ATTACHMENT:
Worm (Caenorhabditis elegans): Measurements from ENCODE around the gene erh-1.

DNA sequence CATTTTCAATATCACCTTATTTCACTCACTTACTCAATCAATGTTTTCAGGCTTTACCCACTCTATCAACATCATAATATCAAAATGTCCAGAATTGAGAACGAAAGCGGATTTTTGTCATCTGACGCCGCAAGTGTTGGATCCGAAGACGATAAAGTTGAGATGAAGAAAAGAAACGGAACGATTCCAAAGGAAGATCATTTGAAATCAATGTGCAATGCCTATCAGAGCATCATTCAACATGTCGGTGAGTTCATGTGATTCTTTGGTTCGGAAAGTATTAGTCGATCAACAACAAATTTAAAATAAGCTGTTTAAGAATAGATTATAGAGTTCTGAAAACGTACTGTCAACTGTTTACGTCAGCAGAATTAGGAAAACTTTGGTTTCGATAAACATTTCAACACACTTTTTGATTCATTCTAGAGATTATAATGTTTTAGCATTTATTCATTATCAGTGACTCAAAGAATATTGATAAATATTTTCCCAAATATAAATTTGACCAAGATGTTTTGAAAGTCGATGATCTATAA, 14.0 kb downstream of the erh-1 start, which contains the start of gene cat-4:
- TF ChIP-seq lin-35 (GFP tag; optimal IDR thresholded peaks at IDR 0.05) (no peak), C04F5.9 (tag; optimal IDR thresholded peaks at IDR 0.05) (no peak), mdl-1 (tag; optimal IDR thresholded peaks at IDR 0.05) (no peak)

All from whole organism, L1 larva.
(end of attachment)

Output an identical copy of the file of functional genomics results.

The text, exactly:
Worm (Caenorhabditis elegans): Measurements from ENCODE around the gene erh-1.

DNA sequence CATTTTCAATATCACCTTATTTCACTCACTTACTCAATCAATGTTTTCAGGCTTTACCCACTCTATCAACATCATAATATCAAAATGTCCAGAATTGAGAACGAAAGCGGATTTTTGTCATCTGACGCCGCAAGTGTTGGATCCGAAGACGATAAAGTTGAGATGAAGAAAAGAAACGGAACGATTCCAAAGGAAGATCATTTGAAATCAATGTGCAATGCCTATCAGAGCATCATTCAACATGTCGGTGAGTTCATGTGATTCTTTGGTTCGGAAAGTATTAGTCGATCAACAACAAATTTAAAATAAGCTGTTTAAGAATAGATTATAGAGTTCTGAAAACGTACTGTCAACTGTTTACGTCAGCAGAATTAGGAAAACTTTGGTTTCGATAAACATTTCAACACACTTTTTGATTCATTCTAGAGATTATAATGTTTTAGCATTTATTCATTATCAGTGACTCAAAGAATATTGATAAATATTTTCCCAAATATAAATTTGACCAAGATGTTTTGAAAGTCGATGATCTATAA, 14.0 kb downstream of the erh-1 start, which contains the start of gene cat-4:
- TF ChIP-seq lin-35 (GFP tag; optimal IDR thresholded peaks at IDR 0.05) (no peak), C04F5.9 (tag; optimal IDR thresholded peaks at IDR 0.05) (no peak), mdl-1 (tag; optimal IDR thresholded peaks at IDR 0.05) (no peak)

All from whole organism, L1 larva.